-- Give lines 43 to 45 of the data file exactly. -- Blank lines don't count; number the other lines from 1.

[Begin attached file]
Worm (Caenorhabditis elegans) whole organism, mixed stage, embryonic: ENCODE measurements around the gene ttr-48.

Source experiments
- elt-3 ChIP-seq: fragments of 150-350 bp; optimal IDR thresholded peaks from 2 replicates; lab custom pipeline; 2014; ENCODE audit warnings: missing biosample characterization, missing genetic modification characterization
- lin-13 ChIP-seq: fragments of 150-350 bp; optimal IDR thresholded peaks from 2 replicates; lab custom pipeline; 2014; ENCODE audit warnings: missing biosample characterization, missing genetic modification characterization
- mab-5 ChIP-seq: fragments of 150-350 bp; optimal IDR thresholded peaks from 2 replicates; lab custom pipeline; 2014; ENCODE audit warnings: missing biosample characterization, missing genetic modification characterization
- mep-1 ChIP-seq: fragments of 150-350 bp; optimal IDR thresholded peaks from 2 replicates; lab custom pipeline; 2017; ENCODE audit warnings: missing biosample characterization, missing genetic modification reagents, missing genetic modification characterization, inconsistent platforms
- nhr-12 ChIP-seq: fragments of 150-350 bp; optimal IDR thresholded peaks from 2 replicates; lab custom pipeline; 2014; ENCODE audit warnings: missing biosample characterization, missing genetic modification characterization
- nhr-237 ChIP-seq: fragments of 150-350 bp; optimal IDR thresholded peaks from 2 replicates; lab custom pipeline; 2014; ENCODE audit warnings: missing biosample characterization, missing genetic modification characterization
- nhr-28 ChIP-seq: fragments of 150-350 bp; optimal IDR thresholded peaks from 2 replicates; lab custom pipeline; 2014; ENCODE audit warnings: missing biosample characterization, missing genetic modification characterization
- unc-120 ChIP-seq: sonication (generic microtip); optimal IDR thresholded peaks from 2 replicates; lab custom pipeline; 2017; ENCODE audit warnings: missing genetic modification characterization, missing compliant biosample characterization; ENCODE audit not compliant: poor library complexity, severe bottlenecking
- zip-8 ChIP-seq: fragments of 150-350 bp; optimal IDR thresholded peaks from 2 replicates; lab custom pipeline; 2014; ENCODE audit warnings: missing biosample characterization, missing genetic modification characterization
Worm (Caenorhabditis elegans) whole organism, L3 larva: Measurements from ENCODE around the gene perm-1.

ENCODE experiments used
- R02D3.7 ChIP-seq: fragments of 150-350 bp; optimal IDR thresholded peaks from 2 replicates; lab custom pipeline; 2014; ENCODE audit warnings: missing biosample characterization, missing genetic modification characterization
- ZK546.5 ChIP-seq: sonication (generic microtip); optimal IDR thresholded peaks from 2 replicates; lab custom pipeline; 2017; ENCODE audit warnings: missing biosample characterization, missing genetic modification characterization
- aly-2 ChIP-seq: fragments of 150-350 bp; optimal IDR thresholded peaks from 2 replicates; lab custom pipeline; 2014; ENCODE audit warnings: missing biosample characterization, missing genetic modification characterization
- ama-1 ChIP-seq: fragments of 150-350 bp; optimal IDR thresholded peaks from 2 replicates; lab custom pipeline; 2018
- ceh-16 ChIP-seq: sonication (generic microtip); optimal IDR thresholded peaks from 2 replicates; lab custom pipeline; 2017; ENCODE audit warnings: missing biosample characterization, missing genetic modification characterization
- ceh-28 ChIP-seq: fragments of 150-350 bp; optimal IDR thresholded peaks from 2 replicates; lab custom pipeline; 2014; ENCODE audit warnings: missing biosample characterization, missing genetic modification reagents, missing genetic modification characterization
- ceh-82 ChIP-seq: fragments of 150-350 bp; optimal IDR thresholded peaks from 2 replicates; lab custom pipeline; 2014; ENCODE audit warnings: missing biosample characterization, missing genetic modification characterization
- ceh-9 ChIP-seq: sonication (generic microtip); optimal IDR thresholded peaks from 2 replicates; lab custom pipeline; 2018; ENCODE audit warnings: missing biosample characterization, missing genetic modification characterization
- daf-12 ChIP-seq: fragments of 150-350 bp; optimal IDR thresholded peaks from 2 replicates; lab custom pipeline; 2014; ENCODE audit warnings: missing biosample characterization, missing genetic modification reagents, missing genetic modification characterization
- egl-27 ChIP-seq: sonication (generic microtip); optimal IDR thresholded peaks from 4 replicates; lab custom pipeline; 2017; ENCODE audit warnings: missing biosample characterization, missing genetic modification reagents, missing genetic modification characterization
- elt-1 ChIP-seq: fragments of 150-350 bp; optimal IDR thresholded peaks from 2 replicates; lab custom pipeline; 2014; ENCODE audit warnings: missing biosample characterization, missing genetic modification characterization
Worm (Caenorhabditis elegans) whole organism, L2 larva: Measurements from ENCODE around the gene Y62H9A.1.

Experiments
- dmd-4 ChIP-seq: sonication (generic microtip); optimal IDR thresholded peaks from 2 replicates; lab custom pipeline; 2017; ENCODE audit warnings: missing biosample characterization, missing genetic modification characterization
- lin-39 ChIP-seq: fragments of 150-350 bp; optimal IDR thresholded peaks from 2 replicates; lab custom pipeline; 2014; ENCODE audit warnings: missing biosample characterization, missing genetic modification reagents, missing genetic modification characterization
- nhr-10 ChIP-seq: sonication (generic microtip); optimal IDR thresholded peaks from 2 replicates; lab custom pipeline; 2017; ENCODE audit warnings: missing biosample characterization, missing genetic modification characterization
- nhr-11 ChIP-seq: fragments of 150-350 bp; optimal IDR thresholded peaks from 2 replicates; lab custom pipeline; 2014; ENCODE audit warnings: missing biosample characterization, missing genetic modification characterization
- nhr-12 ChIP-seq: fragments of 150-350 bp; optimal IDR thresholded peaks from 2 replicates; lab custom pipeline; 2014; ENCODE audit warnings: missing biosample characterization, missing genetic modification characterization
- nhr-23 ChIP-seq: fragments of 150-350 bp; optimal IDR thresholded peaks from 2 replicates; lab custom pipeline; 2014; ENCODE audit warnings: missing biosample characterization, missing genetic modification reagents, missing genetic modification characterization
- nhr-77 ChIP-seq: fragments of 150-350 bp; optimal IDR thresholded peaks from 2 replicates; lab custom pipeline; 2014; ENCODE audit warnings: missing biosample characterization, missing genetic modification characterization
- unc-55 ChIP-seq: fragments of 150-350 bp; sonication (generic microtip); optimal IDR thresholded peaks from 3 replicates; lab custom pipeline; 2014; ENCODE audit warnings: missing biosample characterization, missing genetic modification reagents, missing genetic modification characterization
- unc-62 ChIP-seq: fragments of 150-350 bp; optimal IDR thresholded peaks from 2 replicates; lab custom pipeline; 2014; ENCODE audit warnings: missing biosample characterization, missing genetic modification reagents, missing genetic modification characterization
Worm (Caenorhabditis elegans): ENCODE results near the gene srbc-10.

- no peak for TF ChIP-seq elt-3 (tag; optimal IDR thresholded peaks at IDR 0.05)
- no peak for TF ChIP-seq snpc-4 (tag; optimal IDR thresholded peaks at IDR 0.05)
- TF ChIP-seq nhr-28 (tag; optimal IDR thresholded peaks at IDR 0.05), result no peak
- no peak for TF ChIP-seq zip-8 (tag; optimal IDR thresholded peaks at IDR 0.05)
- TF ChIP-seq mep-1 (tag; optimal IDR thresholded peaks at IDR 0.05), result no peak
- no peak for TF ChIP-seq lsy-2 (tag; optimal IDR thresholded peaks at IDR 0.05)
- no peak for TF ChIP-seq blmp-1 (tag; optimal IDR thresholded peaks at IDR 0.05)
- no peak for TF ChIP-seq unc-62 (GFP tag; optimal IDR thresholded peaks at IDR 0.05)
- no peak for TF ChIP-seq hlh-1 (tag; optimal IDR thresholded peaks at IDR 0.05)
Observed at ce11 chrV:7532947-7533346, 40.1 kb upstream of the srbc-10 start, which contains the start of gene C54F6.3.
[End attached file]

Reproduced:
- no peak for TF ChIP-seq blmp-1 (tag; optimal IDR thresholded peaks at IDR 0.05)
- no peak for TF ChIP-seq unc-62 (GFP tag; optimal IDR thresholded peaks at IDR 0.05)
- no peak for TF ChIP-seq hlh-1 (tag; optimal IDR thresholded peaks at IDR 0.05)